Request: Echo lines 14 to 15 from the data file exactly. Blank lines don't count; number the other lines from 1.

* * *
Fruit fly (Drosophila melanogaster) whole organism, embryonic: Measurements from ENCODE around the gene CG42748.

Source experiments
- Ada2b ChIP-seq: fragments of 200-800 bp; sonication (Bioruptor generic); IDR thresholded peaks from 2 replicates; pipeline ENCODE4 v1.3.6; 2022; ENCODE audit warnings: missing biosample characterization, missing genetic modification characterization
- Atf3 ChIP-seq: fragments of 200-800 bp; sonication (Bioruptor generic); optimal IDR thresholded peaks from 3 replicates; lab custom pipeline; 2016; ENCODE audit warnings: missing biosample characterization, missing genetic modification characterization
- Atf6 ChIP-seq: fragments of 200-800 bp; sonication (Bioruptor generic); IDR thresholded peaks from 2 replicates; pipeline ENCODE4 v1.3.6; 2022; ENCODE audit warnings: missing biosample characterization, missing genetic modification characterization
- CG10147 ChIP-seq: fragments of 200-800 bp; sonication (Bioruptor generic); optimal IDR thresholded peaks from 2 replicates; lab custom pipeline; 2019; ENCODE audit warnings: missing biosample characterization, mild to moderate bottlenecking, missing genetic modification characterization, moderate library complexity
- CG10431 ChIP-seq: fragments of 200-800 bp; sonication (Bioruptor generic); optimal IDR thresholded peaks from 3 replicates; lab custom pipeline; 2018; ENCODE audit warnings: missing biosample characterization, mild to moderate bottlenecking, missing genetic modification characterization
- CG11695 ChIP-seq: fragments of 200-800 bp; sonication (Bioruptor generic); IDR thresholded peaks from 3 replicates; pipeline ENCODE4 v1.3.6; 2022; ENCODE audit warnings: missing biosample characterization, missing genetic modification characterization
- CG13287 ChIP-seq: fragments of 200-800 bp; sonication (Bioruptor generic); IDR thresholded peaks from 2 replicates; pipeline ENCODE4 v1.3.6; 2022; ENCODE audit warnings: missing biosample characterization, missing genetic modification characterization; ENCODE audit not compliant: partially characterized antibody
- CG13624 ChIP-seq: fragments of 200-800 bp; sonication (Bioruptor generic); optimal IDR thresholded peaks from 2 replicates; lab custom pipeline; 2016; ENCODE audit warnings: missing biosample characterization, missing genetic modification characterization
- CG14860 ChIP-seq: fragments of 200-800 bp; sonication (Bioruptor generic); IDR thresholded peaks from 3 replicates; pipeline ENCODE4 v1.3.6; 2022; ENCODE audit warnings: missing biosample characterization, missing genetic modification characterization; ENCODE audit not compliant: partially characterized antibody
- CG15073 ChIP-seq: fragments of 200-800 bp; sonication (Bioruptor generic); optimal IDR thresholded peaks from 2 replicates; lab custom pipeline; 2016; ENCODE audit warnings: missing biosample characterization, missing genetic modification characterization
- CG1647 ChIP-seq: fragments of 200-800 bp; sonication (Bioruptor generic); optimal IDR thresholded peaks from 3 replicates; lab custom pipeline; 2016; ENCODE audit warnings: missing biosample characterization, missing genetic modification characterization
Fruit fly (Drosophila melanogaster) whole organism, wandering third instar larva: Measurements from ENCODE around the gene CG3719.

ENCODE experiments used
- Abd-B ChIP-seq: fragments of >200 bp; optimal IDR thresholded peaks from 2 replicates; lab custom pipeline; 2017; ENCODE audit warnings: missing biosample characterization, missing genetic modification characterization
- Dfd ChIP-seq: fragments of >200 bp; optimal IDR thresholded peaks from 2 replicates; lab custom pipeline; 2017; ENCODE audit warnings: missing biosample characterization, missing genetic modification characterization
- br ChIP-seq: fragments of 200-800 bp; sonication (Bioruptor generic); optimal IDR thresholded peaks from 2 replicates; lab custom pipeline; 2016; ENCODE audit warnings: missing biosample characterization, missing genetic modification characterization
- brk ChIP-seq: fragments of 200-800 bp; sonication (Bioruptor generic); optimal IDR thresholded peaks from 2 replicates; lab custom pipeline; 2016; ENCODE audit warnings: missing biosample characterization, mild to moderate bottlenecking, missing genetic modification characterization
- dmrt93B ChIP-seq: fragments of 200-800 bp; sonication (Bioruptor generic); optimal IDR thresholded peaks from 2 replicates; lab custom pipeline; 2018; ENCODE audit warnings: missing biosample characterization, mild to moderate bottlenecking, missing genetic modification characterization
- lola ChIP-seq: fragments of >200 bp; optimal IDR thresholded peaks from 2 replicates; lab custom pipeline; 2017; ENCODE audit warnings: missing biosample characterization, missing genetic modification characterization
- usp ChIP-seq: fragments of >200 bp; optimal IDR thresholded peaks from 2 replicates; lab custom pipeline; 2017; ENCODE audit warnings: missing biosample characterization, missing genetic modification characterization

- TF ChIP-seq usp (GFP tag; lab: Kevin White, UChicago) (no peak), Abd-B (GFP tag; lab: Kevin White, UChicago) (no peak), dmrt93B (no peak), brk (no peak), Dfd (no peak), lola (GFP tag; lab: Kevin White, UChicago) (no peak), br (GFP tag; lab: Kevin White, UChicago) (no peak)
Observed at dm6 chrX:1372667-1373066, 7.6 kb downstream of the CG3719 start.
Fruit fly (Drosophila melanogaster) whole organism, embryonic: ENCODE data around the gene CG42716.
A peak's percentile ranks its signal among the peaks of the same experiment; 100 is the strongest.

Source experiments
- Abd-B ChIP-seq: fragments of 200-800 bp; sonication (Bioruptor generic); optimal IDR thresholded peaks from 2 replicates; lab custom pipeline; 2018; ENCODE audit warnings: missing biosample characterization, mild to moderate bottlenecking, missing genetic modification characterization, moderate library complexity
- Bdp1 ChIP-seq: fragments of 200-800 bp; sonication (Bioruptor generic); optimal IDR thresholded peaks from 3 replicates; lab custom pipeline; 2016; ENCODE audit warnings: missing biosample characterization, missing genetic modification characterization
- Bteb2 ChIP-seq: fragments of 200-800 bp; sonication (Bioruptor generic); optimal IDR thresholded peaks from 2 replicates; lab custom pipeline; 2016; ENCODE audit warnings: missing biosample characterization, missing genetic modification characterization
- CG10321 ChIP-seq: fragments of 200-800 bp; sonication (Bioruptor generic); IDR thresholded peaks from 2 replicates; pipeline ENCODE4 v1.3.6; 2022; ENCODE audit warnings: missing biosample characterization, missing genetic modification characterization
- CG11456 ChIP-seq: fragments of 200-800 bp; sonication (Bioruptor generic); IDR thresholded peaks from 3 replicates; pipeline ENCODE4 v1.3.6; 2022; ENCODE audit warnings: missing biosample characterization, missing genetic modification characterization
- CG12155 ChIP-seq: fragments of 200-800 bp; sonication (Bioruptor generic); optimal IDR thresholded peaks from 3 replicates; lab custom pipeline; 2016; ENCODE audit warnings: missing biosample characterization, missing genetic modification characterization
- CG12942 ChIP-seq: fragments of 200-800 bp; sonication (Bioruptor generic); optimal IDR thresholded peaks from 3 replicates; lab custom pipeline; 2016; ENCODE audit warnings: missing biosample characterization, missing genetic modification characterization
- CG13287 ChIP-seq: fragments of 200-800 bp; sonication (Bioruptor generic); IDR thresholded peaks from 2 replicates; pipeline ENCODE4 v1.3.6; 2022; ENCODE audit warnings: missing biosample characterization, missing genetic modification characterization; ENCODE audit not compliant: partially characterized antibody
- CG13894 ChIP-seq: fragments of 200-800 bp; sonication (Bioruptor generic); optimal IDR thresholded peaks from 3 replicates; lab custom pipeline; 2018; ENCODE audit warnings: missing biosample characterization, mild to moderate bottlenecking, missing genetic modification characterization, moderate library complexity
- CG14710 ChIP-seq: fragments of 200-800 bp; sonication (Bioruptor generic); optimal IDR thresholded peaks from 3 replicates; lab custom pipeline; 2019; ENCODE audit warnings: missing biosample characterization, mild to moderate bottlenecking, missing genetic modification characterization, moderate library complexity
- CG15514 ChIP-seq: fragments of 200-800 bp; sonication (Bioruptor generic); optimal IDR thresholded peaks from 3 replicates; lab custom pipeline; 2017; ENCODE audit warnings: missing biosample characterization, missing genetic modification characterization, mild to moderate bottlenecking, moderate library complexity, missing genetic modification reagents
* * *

Fruit fly (Drosophila melanogaster) whole organism, wandering third instar larva: Measurements from ENCODE around the gene CG3719.

ENCODE experiments used